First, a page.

Daily Live Videos

I love creating videos. It’s an immediate form of connection and expression. It’s faster and more personal than writing, though I still love writing plenty. How could I pick between the two? Writing allows for careful consideration, and there’s an artistry to stringing words together in new and beautiful ways.

Video backstory

In 2015, I committed to creating three videos per week for my YouTube channel PianoTV, which I did for a full two years. For two years after that, I published two videos a week. I’ve been taking something of a break in 2020, posting piano videos sporadically, but I’m looking to get back into publishing one video every week or two on that channel for the rest of the year.

I love talking about music and piano, but it’s also a lot of fun to talk (and write) about other areas of my life. I’m passionate about personal growth, cooking, reading, and a smattering of other things. I’ve created some videos on my personal YouTube channel, but the process of filming – setting up my equipment, recording, editing and uploading – is time-consuming, time I don’t have due to the demands of my work, various projects, and my toddler.

Live videos every day in September

As such, I decided it would be fun to film short live videos every single day in September. I’m currently on Day 8, and the process has been fun so far. None of my topics are pre-determined – I just pick something I’d like to talk about each day when I sit down in front of my smartphone.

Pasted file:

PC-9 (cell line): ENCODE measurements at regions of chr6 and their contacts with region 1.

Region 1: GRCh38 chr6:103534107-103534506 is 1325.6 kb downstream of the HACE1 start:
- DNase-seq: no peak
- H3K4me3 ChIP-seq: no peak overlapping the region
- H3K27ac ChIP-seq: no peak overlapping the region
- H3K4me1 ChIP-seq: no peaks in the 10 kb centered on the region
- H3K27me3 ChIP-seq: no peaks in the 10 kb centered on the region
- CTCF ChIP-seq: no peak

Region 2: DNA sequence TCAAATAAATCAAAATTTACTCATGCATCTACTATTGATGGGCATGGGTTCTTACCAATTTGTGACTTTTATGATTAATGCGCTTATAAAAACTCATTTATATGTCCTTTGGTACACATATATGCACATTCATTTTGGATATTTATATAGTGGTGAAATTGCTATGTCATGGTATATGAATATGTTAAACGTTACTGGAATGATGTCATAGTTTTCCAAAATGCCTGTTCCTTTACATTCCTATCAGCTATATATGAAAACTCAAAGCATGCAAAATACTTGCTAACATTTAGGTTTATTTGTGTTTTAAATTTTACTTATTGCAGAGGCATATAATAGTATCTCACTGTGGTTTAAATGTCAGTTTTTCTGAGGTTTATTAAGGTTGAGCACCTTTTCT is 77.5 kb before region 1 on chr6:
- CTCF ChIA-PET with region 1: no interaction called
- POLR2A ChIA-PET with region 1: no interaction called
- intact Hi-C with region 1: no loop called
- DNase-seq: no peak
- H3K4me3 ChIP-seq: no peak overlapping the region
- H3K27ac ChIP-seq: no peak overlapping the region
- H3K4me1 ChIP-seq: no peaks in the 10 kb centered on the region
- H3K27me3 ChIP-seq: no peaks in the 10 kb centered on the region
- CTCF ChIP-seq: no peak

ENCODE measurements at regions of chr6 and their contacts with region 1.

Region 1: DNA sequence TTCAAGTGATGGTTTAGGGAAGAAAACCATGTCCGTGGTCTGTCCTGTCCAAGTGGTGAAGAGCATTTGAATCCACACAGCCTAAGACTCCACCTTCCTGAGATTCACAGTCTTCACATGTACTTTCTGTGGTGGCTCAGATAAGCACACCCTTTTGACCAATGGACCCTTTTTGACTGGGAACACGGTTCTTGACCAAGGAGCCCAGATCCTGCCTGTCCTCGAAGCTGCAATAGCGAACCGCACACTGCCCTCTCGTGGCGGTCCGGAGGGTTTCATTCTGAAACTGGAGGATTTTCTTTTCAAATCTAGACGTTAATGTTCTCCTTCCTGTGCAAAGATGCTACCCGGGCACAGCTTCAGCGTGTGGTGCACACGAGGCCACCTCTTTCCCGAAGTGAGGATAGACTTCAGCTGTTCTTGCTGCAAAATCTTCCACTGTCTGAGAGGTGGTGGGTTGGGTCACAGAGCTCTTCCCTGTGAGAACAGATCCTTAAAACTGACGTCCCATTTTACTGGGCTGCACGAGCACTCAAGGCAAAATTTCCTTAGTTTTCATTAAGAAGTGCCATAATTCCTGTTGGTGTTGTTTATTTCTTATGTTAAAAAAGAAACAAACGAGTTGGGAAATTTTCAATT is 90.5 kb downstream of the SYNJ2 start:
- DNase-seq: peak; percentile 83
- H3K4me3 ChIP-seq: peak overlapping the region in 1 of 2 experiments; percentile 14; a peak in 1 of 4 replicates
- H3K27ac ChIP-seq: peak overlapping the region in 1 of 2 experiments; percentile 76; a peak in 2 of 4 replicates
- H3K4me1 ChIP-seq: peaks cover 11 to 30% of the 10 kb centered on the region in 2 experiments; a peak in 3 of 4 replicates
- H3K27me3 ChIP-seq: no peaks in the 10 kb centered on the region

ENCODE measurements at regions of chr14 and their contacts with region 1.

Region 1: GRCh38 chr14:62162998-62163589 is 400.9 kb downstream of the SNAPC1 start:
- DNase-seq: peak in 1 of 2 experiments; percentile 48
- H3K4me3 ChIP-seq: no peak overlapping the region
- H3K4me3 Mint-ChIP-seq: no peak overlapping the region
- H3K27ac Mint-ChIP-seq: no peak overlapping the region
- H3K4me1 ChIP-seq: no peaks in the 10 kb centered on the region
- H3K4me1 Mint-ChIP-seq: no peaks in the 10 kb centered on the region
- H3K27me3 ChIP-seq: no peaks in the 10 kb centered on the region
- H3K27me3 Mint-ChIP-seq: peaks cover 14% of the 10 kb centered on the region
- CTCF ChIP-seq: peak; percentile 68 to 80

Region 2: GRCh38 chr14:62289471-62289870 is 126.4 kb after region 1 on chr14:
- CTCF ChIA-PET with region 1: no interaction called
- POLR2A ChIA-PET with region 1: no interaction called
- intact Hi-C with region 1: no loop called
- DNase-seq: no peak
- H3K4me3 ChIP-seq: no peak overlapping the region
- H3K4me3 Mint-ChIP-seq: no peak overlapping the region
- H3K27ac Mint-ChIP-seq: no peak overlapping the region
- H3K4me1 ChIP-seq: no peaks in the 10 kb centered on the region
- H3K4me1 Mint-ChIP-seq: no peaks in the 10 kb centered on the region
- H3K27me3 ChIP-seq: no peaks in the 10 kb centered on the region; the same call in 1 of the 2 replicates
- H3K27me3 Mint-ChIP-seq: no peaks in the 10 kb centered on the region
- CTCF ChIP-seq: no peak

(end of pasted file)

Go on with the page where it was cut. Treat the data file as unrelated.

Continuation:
This idea was directly inspired by Lauren, a super awesome person who’s been doing daily live Facebook sessions for 800+ days in a row. How hardcore is that? If she can do years of daily videos, surely I can commit to thirty days.

The benefits of creating live videos

Since I’ve created so many videos (something like 450 through PianoTV alone, not to mention all the videos in my courses), I’m fairly comfortable in front of the camera. There are some other skills I’d like to build through this process, however, namely:

  • Keeping my thoughts organized and concise (limited to 10 minutes per day, often shorter)
  • Sharing more personal details about my life (this is a big sticking point – I love the idea of being open, vulnerable and sharing the good and the bad – I’m just not very skilled at this)
  • Self-discipline (by committing to something for 30 days and actually doing it)
  • Being more comfortable with live videos (mistakes and pauses will happen)

Say I wanted to get into public speaking. Wouldn’t it be great to have the experience of doing a bunch of live videos, where I had the chance to practice improvisation and clarity of thought, before getting on a stage?

I can see this practice benefiting my life in other areas as well. Perhaps I’ll become a more skilled conversationalist, better able to get to the point and communicate my thoughts.

On a personal level, maybe it’ll allow me to feel less insecure about my flaws and shortcomings by sharing them publicly. Being able to share all sides of myself – the sides I like and the sides that aren’t so favorable – might allow me to be more myself. If I have nothing to hide, then how can I not be exactly who I am? There’s a deep strength that comes with self-acceptance. If I accept and embrace myself, the light and the dark, how could I not be stronger, more alive, more capable of going after everything I want in life?

Who knows where the next three weeks of this challenge will lead. Who knows what I’ll talk about. I feel excited and lit up by that. Each day is a new little surprise. Each day, I’m 1% stronger, and 1% less afraid.


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